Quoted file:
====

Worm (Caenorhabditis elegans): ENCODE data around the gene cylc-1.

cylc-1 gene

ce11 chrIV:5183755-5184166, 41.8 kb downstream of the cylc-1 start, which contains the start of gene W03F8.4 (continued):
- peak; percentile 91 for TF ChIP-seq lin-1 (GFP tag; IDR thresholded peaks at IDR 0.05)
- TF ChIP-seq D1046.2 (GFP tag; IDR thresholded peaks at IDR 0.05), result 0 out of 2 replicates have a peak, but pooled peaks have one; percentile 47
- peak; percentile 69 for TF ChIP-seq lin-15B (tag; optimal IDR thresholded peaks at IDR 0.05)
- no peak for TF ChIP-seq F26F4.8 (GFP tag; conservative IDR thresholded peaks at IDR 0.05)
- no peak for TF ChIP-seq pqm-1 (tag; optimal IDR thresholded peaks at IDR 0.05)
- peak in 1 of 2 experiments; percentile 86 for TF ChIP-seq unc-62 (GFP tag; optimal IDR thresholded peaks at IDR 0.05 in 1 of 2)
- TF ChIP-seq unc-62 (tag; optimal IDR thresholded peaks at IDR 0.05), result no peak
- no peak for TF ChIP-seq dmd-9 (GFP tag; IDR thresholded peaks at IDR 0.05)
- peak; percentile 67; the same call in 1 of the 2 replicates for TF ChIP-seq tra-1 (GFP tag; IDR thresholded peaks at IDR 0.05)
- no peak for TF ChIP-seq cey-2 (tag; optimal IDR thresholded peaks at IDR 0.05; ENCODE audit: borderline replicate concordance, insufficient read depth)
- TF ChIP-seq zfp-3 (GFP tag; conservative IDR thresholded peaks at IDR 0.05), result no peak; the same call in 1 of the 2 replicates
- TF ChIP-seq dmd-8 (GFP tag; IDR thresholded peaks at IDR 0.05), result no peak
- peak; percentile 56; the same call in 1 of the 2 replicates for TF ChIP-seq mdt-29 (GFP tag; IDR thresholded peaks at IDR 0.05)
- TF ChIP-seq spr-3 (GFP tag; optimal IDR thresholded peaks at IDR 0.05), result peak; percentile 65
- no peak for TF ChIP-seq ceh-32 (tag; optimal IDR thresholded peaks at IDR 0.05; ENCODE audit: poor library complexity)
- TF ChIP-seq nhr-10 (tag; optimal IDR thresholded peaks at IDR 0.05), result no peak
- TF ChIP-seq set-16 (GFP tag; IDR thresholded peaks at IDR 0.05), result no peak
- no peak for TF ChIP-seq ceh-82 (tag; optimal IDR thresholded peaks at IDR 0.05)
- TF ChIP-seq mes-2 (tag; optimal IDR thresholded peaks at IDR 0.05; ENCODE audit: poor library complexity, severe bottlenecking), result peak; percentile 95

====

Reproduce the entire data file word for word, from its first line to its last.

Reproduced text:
Worm (Caenorhabditis elegans): ENCODE data around the gene cylc-1.

cylc-1 gene

ce11 chrIV:5183755-5184166, 41.8 kb downstream of the cylc-1 start, which contains the start of gene W03F8.4 (continued):
- peak; percentile 91 for TF ChIP-seq lin-1 (GFP tag; IDR thresholded peaks at IDR 0.05)
- TF ChIP-seq D1046.2 (GFP tag; IDR thresholded peaks at IDR 0.05), result 0 out of 2 replicates have a peak, but pooled peaks have one; percentile 47
- peak; percentile 69 for TF ChIP-seq lin-15B (tag; optimal IDR thresholded peaks at IDR 0.05)
- no peak for TF ChIP-seq F26F4.8 (GFP tag; conservative IDR thresholded peaks at IDR 0.05)
- no peak for TF ChIP-seq pqm-1 (tag; optimal IDR thresholded peaks at IDR 0.05)
- peak in 1 of 2 experiments; percentile 86 for TF ChIP-seq unc-62 (GFP tag; optimal IDR thresholded peaks at IDR 0.05 in 1 of 2)
- TF ChIP-seq unc-62 (tag; optimal IDR thresholded peaks at IDR 0.05), result no peak
- no peak for TF ChIP-seq dmd-9 (GFP tag; IDR thresholded peaks at IDR 0.05)
- peak; percentile 67; the same call in 1 of the 2 replicates for TF ChIP-seq tra-1 (GFP tag; IDR thresholded peaks at IDR 0.05)
- no peak for TF ChIP-seq cey-2 (tag; optimal IDR thresholded peaks at IDR 0.05; ENCODE audit: borderline replicate concordance, insufficient read depth)
- TF ChIP-seq zfp-3 (GFP tag; conservative IDR thresholded peaks at IDR 0.05), result no peak; the same call in 1 of the 2 replicates
- TF ChIP-seq dmd-8 (GFP tag; IDR thresholded peaks at IDR 0.05), result no peak
- peak; percentile 56; the same call in 1 of the 2 replicates for TF ChIP-seq mdt-29 (GFP tag; IDR thresholded peaks at IDR 0.05)
- TF ChIP-seq spr-3 (GFP tag; optimal IDR thresholded peaks at IDR 0.05), result peak; percentile 65
- no peak for TF ChIP-seq ceh-32 (tag; optimal IDR thresholded peaks at IDR 0.05; ENCODE audit: poor library complexity)
- TF ChIP-seq nhr-10 (tag; optimal IDR thresholded peaks at IDR 0.05), result no peak
- TF ChIP-seq set-16 (GFP tag; IDR thresholded peaks at IDR 0.05), result no peak
- no peak for TF ChIP-seq ceh-82 (tag; optimal IDR thresholded peaks at IDR 0.05)
- TF ChIP-seq mes-2 (tag; optimal IDR thresholded peaks at IDR 0.05; ENCODE audit: poor library complexity, severe bottlenecking), result peak; percentile 95